Power is required to hit, throw, and accelerate. It is also the key component of fielding reaction. The short distances from hitter to fielders make this a game of split-second reactions - more so than baseball, where the base paths are 10 yards longer. The ability to produce force (in the correct direction at the correct time); control force to eliminate errors; and then reduce force safely and efficiently is the essence of good fielding. Power movement training is a direct extension of the balance and body awareness training mentioned earlier. We use hills to add resistance to simple and complex softball movements to increase eccentric and concentric loading forces.

 

Conditioning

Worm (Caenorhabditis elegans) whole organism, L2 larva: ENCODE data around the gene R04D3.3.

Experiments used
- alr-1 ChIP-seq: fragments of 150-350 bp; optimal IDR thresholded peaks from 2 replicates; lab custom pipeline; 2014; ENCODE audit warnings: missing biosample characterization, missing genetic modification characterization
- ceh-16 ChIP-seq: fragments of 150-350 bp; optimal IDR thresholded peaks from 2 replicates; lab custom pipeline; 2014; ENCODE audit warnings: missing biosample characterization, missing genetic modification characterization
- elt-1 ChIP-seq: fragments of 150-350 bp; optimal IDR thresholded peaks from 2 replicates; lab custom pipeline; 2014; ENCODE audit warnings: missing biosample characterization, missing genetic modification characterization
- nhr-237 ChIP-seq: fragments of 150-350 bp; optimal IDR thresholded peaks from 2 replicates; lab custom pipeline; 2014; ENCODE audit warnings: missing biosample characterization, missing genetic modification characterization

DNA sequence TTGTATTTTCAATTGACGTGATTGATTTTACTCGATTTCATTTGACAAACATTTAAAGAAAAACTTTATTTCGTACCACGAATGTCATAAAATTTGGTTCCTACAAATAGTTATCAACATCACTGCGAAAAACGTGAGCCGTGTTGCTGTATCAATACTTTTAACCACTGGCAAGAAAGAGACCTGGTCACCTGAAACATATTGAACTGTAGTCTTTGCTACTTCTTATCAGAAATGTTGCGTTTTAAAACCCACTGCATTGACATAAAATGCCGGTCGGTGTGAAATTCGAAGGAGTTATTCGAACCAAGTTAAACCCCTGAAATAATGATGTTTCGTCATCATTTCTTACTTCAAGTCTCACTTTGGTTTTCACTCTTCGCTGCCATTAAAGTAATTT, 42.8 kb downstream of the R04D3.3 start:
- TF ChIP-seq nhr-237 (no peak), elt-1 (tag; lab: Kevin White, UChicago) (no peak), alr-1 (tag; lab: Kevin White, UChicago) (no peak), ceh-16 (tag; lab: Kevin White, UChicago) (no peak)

Fitness wins. You cannot allow players to suppose that because they have demonstrated a proficiency in hitting or pitching that they can allow themselves to take the conditioning portion of the program lightly. All players must be fit. Fit athletes are less prone to injury, and are mentally tougher. There is no limit to the methods you can use to get your players fit; however, the essential point to make, here, is simply this: Don't plod! There isn't a single example in all of sport where competitive success is based on improving one's ability to run slowly. If the prime directive of the game is to run fast in 20-yard bursts, why is it that so many players condition by tying on the running shoes and heading out for a long, slow, steady-state run. Long, slow steady-state anything is a good idea for active rest and recovery training; not functional conditioning for the game.